Clinical Characteristics and Outcomes of Influenza-Associated Pulmonary Aspergillosis Among Critically Ill Patients: A Systematic Review and Meta-Analysis

Link to article at PubMed

J Hosp Infect. 2021 Nov 26:S0195-6701(21)00425-4. doi: 10.1016/j.jhin.2021.11.016. Online ahead of print.


BACKGROUND: Invasive pulmonary aspergillosis is increasingly identified as a complication of influenza infection, termed influenza-associated pulmonary aspergillosis (IAPA).

AIMS: Assess the morbidity and mortality of critically ill influenza patients with and without IAPA.

METHODS: We searched the Pubmed, Cochrane Library, Scopus, and Embase databases for studies containing comparative data of critically ill influenza patients with IAPA. Primary outcomes were all-cause in-hospital and ICU mortality. The secondary outcomes were clinical characteristics, invasive mechanical ventilation (IMV) duration, ICU and hospital length of stay (LOS), requirement of vasopressor, renal replacement therapy (RRT), and extracorporeal membrane oxygenation (ECMO).

FINDINGS: IAPA incidence was 28.8% in 853 critically ill influenza patients, with an overall mortality rate of 33.4%. No difference in age and comorbidities were observed. IAPA patients were predominantly male and received chronic corticosteroids. In-hospital (49.2% vs. 27.0%; P= 0.002) and ICU (46.8% vs. 20.8%; P< 0.001) mortality rates were higher among IAPA patients than non-IAPA patients. Greater proportion of IAPA patients required IMV and prolonged IMV duration (mean 17.3 vs. 10.5 days; P< 0.001), ICU (mean 26.8 vs. 12.8 days; P= 0.001) and hospital LOS (mean 38.7 vs. 27.0 days; P= 0.003). IAPA patients had greater disease severity requiring a significant amount of vasopressor (76.4% vs. 57.9%; P< 0.001), RRT (45.7% vs. 19.1%; P< 0.001), and ECMO (25.9% vs. 12.8%; P= 0.004) support than non-IAPA patients.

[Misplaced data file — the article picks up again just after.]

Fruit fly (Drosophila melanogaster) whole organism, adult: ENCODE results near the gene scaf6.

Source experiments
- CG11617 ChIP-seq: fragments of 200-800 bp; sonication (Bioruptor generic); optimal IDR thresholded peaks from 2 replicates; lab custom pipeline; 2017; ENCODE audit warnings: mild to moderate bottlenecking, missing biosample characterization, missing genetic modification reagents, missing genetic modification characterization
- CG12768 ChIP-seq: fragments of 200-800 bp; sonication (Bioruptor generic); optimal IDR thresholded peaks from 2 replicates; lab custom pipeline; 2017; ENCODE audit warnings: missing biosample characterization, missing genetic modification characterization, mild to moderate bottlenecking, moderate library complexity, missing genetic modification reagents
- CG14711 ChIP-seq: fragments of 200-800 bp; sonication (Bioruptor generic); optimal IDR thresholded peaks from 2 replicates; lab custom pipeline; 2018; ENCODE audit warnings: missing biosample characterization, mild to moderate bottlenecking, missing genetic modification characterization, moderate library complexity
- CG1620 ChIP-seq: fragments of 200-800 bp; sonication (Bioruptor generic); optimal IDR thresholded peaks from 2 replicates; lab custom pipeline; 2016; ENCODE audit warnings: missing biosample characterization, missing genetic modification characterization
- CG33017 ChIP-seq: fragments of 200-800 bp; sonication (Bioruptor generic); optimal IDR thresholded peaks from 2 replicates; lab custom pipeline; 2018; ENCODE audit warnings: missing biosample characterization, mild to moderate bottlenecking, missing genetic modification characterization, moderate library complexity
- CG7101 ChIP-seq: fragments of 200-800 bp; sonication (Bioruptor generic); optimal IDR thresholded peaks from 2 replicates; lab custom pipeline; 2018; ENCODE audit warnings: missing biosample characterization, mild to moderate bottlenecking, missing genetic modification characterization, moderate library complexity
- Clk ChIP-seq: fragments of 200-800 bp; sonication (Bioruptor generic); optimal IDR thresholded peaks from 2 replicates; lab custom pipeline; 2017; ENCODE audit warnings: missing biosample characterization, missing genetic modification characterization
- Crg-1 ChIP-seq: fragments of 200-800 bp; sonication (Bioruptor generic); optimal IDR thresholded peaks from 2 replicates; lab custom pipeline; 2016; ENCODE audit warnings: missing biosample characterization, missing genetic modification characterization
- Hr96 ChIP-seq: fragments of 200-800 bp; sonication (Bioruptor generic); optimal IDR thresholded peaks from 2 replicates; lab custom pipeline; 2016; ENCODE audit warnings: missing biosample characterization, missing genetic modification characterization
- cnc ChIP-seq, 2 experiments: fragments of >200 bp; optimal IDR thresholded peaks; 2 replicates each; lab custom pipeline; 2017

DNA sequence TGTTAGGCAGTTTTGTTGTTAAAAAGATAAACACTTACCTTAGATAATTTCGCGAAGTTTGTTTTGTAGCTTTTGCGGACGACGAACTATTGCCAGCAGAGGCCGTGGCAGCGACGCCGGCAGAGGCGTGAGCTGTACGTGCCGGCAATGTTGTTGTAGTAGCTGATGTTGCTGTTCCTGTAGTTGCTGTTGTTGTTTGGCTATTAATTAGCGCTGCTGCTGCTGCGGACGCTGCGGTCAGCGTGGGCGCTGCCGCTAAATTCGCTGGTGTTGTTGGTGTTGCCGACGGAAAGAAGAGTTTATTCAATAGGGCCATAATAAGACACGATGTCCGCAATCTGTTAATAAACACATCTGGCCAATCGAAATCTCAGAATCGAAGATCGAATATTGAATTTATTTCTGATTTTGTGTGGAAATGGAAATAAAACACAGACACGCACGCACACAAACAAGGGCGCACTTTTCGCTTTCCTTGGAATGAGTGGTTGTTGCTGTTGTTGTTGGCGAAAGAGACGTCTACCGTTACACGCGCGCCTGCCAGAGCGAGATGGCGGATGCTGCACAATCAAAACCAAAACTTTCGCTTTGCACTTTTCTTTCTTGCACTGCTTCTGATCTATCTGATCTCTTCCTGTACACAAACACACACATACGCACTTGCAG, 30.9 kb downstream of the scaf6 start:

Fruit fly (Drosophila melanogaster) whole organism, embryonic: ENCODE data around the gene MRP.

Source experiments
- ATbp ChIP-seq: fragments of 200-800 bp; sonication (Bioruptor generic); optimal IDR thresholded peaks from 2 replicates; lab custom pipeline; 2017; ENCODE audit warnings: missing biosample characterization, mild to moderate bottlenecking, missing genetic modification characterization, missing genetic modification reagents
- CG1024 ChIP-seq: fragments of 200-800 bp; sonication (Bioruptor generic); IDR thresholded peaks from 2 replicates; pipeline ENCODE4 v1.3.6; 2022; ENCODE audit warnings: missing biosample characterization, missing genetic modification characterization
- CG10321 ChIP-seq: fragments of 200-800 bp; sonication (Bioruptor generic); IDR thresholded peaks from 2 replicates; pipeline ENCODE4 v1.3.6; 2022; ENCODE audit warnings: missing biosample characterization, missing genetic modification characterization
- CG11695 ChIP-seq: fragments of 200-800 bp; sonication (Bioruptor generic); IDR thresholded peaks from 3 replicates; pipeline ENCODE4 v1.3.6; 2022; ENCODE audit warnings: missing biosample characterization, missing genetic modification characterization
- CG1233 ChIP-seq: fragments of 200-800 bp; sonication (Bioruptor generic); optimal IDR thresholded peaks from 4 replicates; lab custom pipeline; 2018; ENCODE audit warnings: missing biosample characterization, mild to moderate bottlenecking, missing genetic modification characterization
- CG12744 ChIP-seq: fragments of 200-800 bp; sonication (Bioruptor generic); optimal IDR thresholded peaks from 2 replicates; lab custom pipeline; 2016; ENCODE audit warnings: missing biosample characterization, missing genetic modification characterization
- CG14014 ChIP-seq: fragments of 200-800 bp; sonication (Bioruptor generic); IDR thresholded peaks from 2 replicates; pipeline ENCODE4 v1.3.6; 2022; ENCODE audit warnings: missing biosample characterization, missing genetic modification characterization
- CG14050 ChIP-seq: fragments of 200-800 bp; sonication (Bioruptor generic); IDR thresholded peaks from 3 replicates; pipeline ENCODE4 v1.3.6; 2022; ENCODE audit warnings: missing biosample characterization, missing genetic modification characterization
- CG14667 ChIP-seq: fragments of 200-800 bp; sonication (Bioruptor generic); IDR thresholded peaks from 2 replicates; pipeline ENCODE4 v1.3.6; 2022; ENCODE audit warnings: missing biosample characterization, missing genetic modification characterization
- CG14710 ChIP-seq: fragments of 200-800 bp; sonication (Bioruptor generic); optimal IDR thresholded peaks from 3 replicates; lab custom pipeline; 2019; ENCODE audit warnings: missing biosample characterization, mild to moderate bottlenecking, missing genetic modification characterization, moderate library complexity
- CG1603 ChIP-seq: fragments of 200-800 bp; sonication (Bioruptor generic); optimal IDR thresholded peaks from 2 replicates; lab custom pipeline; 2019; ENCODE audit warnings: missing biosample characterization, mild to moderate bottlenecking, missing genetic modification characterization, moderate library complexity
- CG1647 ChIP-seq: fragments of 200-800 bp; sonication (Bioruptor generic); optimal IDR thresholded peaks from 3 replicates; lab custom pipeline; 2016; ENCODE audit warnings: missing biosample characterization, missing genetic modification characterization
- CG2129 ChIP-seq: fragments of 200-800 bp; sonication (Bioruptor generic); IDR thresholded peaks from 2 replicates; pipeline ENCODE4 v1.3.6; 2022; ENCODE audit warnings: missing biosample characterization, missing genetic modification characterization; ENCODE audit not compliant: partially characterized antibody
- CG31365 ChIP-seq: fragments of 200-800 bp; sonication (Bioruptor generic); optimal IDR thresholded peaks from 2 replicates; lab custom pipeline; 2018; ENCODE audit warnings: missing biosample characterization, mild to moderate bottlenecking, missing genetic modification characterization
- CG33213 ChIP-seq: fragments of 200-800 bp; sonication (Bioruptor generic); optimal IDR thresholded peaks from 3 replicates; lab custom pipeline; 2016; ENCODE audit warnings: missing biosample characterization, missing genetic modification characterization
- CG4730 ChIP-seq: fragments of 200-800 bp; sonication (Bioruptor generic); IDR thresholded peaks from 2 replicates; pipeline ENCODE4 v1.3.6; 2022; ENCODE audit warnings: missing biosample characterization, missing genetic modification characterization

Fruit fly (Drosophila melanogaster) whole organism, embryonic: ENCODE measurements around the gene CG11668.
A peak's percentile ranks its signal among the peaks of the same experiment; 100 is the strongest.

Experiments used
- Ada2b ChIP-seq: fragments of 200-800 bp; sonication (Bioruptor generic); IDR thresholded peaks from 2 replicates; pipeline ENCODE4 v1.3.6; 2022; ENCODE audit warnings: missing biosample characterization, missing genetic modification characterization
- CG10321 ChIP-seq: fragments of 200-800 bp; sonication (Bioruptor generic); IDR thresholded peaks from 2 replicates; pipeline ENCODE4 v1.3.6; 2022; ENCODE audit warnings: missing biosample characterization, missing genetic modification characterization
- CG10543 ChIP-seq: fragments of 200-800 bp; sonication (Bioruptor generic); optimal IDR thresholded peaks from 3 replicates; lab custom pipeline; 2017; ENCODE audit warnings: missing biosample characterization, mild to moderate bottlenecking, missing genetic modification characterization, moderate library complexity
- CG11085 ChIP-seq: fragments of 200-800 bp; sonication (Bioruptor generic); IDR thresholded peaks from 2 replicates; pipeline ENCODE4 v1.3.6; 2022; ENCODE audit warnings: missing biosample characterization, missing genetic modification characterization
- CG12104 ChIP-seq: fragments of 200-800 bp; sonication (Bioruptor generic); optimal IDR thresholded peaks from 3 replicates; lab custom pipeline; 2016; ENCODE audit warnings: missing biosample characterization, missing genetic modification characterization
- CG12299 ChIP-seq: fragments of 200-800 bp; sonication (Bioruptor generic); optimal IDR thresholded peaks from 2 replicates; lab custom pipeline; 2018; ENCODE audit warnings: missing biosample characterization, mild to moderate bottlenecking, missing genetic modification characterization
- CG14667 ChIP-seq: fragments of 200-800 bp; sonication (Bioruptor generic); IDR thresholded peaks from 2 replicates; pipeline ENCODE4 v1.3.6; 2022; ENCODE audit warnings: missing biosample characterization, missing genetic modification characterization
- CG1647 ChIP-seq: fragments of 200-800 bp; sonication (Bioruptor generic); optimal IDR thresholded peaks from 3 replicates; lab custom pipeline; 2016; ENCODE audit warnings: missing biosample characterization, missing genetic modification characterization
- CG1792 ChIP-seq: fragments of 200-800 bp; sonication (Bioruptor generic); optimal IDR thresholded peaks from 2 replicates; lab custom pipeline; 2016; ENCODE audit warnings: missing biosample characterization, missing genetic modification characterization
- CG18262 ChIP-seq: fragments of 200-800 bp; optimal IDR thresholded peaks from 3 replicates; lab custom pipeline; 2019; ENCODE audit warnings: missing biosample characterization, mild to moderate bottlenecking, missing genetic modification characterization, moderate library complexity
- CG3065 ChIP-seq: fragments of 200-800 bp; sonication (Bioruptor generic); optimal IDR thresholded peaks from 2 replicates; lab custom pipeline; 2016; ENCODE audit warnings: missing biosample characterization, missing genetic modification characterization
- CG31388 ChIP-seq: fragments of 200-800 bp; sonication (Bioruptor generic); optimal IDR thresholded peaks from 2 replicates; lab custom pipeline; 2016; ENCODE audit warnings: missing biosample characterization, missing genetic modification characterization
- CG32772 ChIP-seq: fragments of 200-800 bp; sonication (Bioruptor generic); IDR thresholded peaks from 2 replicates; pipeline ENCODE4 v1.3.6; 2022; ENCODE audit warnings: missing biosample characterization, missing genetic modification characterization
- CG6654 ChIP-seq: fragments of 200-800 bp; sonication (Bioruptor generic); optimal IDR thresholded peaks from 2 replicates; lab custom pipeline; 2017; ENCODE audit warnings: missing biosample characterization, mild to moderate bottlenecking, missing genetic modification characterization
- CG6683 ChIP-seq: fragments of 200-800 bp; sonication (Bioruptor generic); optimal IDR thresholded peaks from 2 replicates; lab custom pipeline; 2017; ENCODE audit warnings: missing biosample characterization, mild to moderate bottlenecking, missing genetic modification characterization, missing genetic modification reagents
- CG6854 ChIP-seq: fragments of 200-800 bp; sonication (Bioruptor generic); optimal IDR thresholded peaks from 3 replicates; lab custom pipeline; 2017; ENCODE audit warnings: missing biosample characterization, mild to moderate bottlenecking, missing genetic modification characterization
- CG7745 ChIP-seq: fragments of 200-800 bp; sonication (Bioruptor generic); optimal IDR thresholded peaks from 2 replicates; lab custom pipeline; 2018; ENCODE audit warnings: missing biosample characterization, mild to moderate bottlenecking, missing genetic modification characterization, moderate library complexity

CONCLUSIONS: IAPA diagnosis in critically ill patients is associated with greater morbidity and mortality. Early recognition and more research are needed to determine better diagnostic and treatment strategies.

PMID:34843812 | DOI:10.1016/j.jhin.2021.11.016

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